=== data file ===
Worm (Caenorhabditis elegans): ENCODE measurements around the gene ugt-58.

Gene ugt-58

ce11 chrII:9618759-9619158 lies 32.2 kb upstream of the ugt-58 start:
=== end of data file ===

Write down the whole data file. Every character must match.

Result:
Worm (Caenorhabditis elegans): ENCODE measurements around the gene ugt-58.

Gene ugt-58

ce11 chrII:9618759-9619158 lies 32.2 kb upstream of the ugt-58 start: